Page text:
The surprise of the event for me was to find out that the World Champion couple for men’s Latin hales from Hungary. In the Gay Games this week they placed third. I found out from them that Budapest will be hosting this year’s Same Sex Dance Competition . This made me wonder how the competition (and related associations and studios) got that particular name. Is use of the term “gay” exclusionary? Is it less politically charged to say “same sex”? Is the idea that not everyone who participates is gay? Anyone know the history of this? Apologies if I’m missing something obvious.
I was at the Bulls vs. Knicks game last night. What a great ending: the perfect shot in the last second. Here is the recap of the last minute:
The Bulls were ahead 102-99 after Songaila hit two free throws with 51.1 seconds left in overtime. Crawford went 2-of-3 from the line after being fouled by Andres Nocioni to make it a one-point game. After Nocioni converted two foul shots with 8.3 seconds left, Crawford’s 3 tied it at 104.
There were 4.6 seconds left. Gordon saved the day by scoring in the last second (tenth of a second to be precise). It was awesome.
All this made me wonder: why do we bother – those of us who do:) – watching the first three quarters of basketball games? So much happens in the last few minutes almost regardless of what happened up until then. This is a layperson’s view and I certainly don’t have the stats to back this up, but it seems to me that this is quite often the case. Sure, we watch the game, because of the sheer enjoyment of the sport. Still, it seems that few sports competitions have as much riding on such a tiny last segment of the game as basketball.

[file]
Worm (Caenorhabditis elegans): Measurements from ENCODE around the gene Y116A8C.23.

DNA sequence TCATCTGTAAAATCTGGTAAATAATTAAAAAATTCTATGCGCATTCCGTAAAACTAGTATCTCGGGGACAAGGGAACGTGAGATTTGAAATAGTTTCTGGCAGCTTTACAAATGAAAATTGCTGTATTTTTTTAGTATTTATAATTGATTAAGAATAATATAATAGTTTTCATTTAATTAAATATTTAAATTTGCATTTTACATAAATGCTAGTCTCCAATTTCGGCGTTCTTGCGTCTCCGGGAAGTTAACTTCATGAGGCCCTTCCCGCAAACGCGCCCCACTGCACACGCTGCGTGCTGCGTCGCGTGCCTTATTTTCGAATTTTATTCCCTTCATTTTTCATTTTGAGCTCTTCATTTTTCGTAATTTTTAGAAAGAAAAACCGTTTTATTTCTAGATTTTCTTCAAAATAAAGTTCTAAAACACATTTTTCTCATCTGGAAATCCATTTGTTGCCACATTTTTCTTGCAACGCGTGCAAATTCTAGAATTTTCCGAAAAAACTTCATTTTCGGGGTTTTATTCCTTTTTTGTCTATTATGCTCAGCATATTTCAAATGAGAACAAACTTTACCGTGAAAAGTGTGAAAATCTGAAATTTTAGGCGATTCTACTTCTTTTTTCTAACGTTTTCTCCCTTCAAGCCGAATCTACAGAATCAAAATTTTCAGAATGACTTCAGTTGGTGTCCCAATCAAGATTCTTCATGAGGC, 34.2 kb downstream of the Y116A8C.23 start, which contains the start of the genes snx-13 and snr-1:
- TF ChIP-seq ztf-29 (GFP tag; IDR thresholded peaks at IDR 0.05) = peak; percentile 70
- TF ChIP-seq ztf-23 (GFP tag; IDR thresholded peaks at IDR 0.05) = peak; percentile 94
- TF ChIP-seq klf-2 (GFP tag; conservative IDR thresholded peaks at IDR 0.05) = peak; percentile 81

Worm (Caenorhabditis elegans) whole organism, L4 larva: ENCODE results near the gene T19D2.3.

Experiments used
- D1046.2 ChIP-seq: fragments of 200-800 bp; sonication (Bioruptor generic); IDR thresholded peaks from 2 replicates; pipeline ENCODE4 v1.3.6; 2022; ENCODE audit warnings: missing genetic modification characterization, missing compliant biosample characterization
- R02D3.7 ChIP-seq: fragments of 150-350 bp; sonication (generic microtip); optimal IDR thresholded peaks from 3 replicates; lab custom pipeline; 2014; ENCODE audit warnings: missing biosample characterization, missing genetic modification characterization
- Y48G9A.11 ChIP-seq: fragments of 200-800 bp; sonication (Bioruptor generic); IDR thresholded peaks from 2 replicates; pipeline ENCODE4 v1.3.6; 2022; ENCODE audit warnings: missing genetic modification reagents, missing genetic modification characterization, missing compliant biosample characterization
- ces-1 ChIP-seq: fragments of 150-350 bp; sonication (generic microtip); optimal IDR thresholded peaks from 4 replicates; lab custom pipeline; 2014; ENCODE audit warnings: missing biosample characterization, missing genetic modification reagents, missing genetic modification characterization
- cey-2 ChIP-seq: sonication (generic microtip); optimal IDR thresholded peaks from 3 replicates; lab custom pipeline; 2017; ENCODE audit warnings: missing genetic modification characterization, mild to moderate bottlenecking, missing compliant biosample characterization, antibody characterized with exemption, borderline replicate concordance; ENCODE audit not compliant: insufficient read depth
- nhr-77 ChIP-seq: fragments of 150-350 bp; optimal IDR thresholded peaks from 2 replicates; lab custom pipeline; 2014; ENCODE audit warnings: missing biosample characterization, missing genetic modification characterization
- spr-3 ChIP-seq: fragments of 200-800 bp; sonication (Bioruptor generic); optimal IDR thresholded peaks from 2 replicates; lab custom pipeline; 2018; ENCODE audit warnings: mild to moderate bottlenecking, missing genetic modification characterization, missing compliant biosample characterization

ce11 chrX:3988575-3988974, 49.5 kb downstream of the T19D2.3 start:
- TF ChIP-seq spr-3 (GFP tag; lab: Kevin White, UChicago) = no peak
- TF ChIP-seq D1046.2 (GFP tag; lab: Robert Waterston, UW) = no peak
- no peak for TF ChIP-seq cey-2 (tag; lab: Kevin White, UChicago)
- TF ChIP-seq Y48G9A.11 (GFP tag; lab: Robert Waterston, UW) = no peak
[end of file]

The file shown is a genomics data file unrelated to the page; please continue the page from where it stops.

So do we watch to figure out the optimal last-minute strategy? The Bulls did a horrible job with free throws last night so it was an especially good bet to foul them in the last few seconds. But would there have been a different strategy to retrieve the ball if they had not been doing so poorly on that front? I’m not saying that we have to be rational about our sports-viewing habits, but sitting through an entire basketball game seems particularly irrational.
UPDATE: I realize something out-of-the-ordinary happened at this game that I didn’t even really mention: the fact that one of the Knicks players ran into the stands. Frankly, from where I was sitting, this was easy to miss. There was some commotion at some point and then we saw a player leave the field, but it was not clear what had happened until I got home and checked the news.
Given that I’m a proud Chicagoland resident, it’s only appropriate to send a shoutout to the White Sox and their fans even if I’m not necessarily much of a baseball fan and despite the fact that I live north of the north side.* CONGRATS! It’s fun to see all the excitement conveyed in some of the photostreams on Flickr. Sorry, Ted. (This weekend we can forget about all this and focus on the Northwestern-Michigan football game. Go ‘Cats!)
*If I was a baseball fan and given where I live, I’d have to be a Cubs fan. Every time I go downtown I go right past Wrigley Field so it’s hard not to feel more allegiance to that team. And while I realize some Cubs fans are as bitter as can be about the White Sox victory, that’s not me.
Northwestern will be hosting Princeton for the NCAA Women’s Lacrosse quarterfinals this weekend. The game will be played right outside my office this Sunday at 1pm. The only glitch for me is that I’m at Dartmouth this weekend so I’ll miss it. Maybe it’s just as well, I probably wouldn’t know whom to cheer on (both teams?!). And I’m not sorry I’m at Dartmouth, I’m participating in a interesting conference.